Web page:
It is the same as arguing with idiots, as the old saying goes: they will drag you down to their level then "win" through a mix of experience and perseverance. (please note: this is a general comment, I'm not intending to call you an idiot at all here!). I dealt with bullies as lot in earlier life and random fools on the Internet are absolutely no different (aside from getting their apparent confidence due to relative anonymity rather than size of fighting experience). Sometimes ignoring them is the best policy for all (though, of course, use your judgement).
Of course if they are causing appreciable damage, the picture is different. And don't just report them to twitter. If they are trying to extort money from your business, report them to the relevant legal authority (if one is clear, this unfortunately can be difficult to determine).
I fear you've reached the wrong conclusion. Haters gonna hate, and there is no way you can answer them all. The more you sell, the more crazy people will be among your "customers" and some of them will have a bad day and take it out all on your tea and you. The victory over one hater may make you happy for a day, but you can't scale it.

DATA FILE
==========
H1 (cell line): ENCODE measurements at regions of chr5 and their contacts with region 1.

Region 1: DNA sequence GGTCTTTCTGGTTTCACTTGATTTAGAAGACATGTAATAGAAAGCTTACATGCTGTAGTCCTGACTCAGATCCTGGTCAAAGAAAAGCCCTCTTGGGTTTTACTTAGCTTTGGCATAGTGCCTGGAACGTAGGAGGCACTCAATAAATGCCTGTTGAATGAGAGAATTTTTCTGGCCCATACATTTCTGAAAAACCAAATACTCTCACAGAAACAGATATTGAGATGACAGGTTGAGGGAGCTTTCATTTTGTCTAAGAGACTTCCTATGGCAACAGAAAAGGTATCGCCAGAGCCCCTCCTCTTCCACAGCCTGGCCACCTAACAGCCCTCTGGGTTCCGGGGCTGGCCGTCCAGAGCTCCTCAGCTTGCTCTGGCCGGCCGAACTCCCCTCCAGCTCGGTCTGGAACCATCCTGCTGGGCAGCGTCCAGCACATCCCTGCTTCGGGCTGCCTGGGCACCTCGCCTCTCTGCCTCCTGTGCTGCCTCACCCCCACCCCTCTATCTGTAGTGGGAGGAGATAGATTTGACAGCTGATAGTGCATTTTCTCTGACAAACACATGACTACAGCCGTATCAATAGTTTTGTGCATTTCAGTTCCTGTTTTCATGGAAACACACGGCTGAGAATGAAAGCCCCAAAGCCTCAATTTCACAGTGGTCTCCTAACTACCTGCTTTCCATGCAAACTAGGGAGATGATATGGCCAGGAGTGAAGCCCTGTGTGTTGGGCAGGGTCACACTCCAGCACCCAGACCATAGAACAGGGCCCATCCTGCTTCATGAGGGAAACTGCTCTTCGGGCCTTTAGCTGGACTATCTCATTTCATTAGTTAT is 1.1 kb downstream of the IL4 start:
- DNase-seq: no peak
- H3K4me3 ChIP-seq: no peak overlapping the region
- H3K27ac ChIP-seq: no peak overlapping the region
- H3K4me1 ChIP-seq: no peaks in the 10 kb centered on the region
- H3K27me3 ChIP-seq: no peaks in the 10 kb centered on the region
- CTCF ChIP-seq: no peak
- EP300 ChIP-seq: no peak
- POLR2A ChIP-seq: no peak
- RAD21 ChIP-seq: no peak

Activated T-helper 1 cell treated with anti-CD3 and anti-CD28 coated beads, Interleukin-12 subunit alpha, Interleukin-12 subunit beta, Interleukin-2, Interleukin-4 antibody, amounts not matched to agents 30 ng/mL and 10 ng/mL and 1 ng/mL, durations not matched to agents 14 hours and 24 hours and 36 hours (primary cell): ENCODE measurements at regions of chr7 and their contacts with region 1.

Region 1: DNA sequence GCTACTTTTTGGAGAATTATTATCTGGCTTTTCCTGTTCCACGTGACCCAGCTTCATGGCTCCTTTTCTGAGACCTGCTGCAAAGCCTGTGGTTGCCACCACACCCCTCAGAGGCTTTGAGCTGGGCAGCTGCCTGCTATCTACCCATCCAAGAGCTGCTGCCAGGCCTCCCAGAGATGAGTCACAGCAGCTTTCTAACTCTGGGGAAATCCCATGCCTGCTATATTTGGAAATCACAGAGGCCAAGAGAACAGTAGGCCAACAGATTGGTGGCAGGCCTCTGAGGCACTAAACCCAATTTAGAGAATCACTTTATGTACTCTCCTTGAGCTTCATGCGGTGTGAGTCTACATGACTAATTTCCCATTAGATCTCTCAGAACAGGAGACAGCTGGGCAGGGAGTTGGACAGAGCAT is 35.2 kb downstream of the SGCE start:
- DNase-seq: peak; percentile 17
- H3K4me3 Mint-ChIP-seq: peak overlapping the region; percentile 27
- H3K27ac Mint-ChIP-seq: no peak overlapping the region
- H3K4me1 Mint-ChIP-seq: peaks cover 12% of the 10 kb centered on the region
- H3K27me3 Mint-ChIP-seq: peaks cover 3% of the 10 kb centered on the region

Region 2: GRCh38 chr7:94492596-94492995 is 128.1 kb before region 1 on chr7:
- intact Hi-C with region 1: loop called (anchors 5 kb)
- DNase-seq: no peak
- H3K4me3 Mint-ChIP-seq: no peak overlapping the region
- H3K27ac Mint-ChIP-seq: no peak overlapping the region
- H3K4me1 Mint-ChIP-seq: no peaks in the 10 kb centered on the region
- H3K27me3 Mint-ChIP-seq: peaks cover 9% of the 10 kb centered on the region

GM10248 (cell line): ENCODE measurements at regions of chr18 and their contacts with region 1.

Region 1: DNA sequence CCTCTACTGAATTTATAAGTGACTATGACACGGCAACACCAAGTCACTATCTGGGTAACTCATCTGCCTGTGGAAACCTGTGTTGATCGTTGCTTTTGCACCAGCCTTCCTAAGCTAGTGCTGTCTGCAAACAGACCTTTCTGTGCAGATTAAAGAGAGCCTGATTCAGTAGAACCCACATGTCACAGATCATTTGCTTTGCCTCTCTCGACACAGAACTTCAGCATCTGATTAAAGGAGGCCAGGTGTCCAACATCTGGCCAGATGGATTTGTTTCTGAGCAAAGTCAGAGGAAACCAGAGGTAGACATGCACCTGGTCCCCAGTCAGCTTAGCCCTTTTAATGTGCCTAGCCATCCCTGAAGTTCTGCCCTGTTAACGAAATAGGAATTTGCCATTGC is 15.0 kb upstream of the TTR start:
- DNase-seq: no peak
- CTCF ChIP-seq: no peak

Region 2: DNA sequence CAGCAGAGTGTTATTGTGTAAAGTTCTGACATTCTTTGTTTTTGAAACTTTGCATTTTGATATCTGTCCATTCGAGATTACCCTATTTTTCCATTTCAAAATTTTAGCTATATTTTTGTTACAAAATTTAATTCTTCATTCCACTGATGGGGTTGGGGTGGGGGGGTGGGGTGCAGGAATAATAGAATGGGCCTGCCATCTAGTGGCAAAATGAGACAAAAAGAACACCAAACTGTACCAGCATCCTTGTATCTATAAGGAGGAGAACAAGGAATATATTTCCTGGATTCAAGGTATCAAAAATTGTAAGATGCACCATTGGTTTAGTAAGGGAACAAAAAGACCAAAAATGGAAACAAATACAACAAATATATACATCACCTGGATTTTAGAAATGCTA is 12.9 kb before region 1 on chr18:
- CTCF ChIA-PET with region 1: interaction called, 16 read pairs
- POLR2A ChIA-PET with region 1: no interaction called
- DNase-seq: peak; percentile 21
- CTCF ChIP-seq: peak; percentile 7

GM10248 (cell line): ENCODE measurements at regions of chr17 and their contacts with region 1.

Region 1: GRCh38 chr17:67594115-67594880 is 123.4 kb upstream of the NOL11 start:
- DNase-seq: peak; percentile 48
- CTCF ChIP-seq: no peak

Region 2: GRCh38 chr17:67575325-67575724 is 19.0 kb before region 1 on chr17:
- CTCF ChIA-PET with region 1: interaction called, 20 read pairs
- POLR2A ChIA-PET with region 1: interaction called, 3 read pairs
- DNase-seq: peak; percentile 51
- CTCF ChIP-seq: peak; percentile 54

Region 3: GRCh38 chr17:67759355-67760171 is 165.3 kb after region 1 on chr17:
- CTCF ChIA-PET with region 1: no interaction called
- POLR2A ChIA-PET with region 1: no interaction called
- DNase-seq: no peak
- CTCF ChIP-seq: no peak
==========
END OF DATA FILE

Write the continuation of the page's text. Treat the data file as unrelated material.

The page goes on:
Focus on encouraging public praise from your happy customers.
and here's another from 14 hours ago:
I can't tell if that second one is supposed to be sarcastic or not.
So he insulted the tea itself (which he hasn't even tried) because he was unfollowed on Twitter. That's illegal and you can send him a cease or desist letter telling him to unpublish any unfounded slander. However, just carry and selling your tea any ignore this douche bag.
Part of the blog post was about setting the record straight, and part of it was also to remind other people in similar situations they're not alone when this kind of thing happens. It's effectively bullying, and the worst part of bullying is suffering in silence.
I'd like to think if anyone ever tried to do that to me, I'd be replying back with a response 10x fold.
Suppose I was to stumble across an argument like that about any product/startup/business/whatever I'll almost certainly believe the one who argues in good grammer, without spelling mistakes and without vulgar tones. I think you did the best one can do.
is not exactly a position of great influence.
In this case the information is arguably very relevant, but I hope it isn't used generally for all users as it's a biased metric for judgement of quality.
Quality information is not always popular.
By the way, I need to try that stuff. Cheers from Hong Kong.
Right now, there isn't any easy way to defend against it.
I doubt he has one, and our laws are very strict about scamming. The keyword here is "Abmahung", which can become very expensive ..
And in fact they violate the German law about telemedia.
Just an email adress and no phone number, no registrar of companies or entry in the commercial register in Germany and I'm very sure the admin won't be able to reply in German.
This means they will have to pay for the Abmahnung/warning from a lawyer between 800 and 1.000 € or if they don't provide the information within a given time a fee of 50.000 € for violating § 16 Abs. 2 Nr. 1 TMG (TMG = telemedia law).
The German law doesn't tolerate "unavailable" internet commerce.